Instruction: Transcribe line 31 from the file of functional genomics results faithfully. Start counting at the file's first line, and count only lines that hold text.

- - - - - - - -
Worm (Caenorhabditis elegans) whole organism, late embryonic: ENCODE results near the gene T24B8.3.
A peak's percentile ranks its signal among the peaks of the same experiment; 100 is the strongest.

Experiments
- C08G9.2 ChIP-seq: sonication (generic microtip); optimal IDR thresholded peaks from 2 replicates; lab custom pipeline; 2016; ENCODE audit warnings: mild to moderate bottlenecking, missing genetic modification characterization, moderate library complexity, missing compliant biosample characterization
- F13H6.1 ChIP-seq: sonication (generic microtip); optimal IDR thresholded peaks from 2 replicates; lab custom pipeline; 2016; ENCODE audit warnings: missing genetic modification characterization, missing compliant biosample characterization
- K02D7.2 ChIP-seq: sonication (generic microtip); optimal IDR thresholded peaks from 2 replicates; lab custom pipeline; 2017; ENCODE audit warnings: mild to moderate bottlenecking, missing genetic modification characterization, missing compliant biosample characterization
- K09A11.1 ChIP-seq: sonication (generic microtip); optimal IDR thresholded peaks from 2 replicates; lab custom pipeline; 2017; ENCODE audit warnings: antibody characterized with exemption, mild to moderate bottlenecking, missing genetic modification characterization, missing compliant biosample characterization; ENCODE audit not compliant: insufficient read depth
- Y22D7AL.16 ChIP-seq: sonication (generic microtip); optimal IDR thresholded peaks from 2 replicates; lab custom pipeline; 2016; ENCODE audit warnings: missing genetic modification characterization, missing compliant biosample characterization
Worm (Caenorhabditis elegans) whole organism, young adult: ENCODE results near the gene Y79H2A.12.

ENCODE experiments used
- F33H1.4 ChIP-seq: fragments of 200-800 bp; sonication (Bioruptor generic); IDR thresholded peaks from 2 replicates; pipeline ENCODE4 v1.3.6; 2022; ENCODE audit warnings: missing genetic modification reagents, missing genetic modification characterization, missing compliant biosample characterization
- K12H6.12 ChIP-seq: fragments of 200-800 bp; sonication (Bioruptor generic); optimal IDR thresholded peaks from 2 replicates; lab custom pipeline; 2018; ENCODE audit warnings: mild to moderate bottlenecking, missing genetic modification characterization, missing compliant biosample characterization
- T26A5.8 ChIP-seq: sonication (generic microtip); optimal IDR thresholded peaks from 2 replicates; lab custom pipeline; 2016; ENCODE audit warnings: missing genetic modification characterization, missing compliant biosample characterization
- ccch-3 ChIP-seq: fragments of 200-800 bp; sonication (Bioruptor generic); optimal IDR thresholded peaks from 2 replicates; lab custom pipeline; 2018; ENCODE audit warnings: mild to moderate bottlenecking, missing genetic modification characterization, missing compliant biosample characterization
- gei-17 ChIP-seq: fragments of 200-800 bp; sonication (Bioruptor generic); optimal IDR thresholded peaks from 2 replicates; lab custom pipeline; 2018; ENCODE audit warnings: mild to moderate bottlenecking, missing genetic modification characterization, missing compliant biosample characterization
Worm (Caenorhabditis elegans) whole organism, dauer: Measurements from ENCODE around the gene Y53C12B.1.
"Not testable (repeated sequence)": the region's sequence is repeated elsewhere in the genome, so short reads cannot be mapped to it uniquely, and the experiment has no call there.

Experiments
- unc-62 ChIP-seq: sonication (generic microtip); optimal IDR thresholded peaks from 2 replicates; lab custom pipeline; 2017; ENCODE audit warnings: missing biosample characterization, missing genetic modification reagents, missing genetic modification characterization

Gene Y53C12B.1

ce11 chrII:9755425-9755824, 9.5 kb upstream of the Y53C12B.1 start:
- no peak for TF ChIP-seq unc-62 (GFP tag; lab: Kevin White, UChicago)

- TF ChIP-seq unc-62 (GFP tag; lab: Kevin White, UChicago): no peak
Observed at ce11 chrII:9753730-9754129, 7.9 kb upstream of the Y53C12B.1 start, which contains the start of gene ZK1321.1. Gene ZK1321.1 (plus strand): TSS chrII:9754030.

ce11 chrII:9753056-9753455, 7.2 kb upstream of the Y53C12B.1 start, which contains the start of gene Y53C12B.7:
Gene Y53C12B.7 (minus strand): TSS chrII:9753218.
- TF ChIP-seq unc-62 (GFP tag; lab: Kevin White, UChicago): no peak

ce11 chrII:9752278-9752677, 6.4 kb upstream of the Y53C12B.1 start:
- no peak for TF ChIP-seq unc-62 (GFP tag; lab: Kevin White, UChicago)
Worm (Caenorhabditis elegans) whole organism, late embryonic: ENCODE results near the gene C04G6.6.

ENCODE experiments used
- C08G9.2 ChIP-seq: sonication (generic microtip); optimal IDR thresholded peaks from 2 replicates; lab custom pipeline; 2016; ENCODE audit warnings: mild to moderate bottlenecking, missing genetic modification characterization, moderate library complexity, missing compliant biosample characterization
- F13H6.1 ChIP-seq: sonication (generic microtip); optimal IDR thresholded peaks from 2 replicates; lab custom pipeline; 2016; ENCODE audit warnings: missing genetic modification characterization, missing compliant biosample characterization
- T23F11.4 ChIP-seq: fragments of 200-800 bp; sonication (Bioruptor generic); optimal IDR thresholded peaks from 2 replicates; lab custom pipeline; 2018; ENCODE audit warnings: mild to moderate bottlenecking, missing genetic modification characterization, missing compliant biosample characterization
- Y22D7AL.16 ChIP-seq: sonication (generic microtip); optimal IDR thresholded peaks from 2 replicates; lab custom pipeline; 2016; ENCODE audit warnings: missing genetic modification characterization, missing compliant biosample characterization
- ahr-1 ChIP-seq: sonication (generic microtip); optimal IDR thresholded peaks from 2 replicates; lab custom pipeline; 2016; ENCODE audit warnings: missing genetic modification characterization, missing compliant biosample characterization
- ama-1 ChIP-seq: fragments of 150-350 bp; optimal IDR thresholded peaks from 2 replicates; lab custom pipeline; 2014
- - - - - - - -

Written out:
ENCODE experiments used